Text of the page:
This case began as a petition for a writ of mandamus and was subsequently treated as a complaint (Mass.R.Civ.P. 1A, 365 Mass. 731 ) seeking relief in the nature of mandamus. G. L. c. 249, Section 5, as appearing in St. 1973, c. 1114, Section 291. It was heard by a judge of the Superior Court on a "statement of agreed facts." Judgment was entered (Mass.R.Civ.P. 58[a] , 365 Mass. 826 ) dismissing the complaint, and the plaintiffs have appealed. We agree with the judge's rulings, and, as no useful purpose would be served by detailing them, we affirm the judgment for the reasons stated in the "Memorandum and Order" filed by the judge.
The buyer's motions for summary judgment
should not have been allowed because the several affidavits and the seller's answers to the buyer's notices to admit facts, taken with the pleadings, fail to establish the absence of a genuine issue of material fact in either case. Community Natl. Bank v. Dawes, 369 Mass. 550 , 553-554 (1976). The 1954 grant to the utility companies of certain rights in the ways of the subdivision and in the lots abutting those ways unquestionably constitutes an encumbrance on the subject lot (see Schon v. Odd Fellows Bldg. Assn. 255 Mass. 465 , 468 ), whether beneficial to the lot or not (Siegel v. Shaw, 337 Mass. 170 , 172 , and cases cited), and whether actually in use or not (Les v. Alibozek, 269 Mass. 153 , 157 ; Desotell v. Szczygiel, 338 Mass. 153 , 158-159 ). Unlike the sewer easement in Siegel v. Shaw, however, there is nothing in this record which establishes that the utility easement "is almost certainly irremovable" (337 Mass. at 174); the utility companies may well have established their distribution lines without using the lot in question. (We note that the easement in question does not cover the two service lines to the house, which may depend on a license rather than an easement.) The seller was not obliged to be able to convey title free from encumbrances before the time for passing papers arrived (Kares v. Covell, 180 Mass. 206 , 209 ; Smith v. Greene, 197 Mass. 16 , 18 ), and the buyer's earlier repudiation relieved the seller of the obligation actually to discharge encumbrances as a condition of suing for breach of the contract (Schilling v. Levin, 328 Mass. 2 , 5 ). The cases must stand for trial on the question whether the encumbrance was removable and, if so, on the seller's damages.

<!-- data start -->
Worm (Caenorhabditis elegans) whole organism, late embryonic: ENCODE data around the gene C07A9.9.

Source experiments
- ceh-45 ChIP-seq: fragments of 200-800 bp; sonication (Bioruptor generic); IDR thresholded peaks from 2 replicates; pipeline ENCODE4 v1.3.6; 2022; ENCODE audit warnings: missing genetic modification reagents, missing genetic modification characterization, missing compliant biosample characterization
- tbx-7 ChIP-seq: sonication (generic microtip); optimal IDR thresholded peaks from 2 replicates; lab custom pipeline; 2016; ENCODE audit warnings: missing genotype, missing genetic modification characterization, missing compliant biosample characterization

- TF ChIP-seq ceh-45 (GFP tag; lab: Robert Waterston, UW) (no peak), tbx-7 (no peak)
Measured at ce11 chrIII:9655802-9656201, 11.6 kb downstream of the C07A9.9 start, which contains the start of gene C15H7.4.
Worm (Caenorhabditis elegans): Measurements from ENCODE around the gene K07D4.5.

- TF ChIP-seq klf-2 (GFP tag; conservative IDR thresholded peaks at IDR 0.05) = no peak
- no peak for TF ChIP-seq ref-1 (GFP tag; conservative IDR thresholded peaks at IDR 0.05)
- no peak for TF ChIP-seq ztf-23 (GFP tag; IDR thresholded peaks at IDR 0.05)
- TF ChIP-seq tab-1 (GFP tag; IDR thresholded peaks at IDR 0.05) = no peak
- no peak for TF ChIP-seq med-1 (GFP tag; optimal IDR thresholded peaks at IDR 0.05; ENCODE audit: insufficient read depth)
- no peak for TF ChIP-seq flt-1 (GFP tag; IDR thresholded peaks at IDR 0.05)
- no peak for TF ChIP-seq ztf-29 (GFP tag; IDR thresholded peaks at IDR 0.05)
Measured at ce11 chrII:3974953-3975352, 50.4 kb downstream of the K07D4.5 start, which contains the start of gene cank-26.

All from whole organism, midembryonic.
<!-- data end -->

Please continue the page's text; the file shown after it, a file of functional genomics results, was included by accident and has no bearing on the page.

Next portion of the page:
[Note 1] Anthony C. Belluschi vs. C. Peter R. Gossels.